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author’s note:

It’s a hard rain’s a-gonna fall.
           — Bob Dylan


I am building an ark

my work guided
by a voice transcendent

asking me to believe
what I can’t yet see

but I blindly obey because
as carpenters, we learn
disasters can happen when
we refuse to listen…

doubt often lowers me down

but I lift myself
with this perspective:

maybe I am
making a grand mistake…

but if so
it’s wonderfully grand.

© 2016, Michael R. Patton
Survival: a poetry book


author’s note:

I’ve been both butterfly and moth.  But mostly moth, I’d say.

No matter—they both have wings.


In the hollow
of my wooden head
lives a lively moth
too quickly excited
by whatever shooting spark—

thus, it kills the flame it fans—
producing but a puff of hot wind.

So the popular theory
about the potential effects
of a butterfly’s wings
would seem to be in error…

my flapping has never created
a cleansing fiery hurricane
in distant capitols or battlefields.

However, this loud smallness
does irritate enough to awaken
something buried under
the dull ashes—

this something rises to action—
determined to quell the fluttering—
this something quells the fluttering
simply by rising…

this workman smolders—
having built a deep fire within—

this workman, once summoned
then continues his forging
in full light

as the lovely moth rests
within the halo of the lamp.

© 2011, Michael R. Patton
searching for the new mythology


author’s note:

I’m learning—albeit, slowly—to listen.  But I still have a hard time believing what I hear.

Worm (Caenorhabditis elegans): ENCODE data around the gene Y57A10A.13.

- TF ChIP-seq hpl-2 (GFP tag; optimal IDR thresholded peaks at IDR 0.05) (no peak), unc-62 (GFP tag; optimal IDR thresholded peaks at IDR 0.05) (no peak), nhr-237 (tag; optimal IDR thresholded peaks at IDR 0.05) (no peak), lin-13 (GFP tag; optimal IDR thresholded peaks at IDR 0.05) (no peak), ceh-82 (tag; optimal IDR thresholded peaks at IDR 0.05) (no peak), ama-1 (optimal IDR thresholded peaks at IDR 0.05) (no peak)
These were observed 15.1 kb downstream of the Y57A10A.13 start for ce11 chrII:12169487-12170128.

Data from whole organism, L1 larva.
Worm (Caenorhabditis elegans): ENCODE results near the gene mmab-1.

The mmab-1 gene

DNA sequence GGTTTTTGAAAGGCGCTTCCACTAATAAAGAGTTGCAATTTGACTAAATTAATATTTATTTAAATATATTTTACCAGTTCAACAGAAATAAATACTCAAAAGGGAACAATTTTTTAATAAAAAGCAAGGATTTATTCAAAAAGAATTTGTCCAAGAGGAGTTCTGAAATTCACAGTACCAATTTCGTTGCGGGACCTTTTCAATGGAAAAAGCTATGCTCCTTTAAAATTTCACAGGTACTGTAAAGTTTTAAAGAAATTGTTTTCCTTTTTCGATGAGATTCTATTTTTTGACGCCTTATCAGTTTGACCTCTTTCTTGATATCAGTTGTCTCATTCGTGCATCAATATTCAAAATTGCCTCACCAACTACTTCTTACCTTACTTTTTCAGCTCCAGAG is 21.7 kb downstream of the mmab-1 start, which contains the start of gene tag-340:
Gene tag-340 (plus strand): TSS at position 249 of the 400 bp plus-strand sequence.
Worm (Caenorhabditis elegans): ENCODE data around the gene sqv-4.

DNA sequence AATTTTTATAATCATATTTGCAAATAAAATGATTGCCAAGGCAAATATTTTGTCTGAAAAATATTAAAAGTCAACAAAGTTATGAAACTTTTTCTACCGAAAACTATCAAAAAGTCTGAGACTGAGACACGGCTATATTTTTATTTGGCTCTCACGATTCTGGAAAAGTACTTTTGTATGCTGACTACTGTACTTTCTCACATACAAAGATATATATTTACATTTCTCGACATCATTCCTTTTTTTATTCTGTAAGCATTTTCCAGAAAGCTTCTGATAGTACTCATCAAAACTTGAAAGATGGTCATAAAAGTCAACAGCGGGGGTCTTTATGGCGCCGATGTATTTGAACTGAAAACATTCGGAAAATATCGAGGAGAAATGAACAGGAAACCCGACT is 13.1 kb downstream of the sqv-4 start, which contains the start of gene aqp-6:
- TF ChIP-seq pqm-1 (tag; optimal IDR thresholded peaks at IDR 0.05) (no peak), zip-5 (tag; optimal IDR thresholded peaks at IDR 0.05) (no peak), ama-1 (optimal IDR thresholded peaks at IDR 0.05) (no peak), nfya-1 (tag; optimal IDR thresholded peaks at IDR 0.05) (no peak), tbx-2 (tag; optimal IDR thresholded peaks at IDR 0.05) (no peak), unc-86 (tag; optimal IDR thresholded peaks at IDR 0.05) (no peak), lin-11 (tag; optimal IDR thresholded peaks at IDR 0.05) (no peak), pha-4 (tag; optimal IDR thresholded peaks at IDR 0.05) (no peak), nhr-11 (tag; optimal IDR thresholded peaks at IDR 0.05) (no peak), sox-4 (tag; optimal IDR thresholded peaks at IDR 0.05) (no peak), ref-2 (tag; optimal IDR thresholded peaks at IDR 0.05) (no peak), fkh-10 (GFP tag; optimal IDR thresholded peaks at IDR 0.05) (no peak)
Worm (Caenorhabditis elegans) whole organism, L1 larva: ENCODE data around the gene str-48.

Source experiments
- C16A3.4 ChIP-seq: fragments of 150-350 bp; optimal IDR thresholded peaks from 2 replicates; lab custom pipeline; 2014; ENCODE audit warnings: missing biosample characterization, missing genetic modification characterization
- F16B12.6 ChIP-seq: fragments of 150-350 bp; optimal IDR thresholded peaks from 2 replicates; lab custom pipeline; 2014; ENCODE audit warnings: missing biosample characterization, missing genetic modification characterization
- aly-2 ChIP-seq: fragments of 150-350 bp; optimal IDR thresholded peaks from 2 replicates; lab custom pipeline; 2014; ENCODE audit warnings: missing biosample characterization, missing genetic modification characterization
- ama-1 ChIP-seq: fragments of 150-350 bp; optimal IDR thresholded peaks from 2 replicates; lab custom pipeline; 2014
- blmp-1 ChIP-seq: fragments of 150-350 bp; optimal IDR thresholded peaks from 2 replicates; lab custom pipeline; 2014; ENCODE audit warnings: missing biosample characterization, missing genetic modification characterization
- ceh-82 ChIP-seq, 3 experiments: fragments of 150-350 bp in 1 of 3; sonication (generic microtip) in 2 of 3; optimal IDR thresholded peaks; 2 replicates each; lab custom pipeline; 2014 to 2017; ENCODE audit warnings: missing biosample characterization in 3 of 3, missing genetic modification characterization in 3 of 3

What if you had
another head
inside your head—
      a better head
      but hidden.

A head that would call
to you…though hard to hear
with your big head talking
all the time, unaware
of that muted voice
trying to get you
to listen.

Unless—as can sometimes happen—
one day you tilt, tumble, hang upside

then the lid on your big head
flops open

and what comes out
in that shocking moment
is an opera

sung by ravens and lions.


by startled reflex
you shove that lid back down
with a firm hand:
ravens and lions are scary, but
even scarier when
they sing


you’ll keep the lid securely in place…

as can sometimes happen…

one day, while I’m distracted
by the mountain clouds,
waiting for the sun to touch
the highest peak…

that lid on my big head
—quietly, secretly—
floats up

floats away.

And this time
as the ravens and lions
raise their choir,
I accept the music

because the singing feels
just like something
that’s supposed to happen
whenever I witness abundance.

During such moments
of unlidness
I feel as if
I am beginning to be
the way I was always
meant to be.

© 2009, Michael R. Patton
new steps

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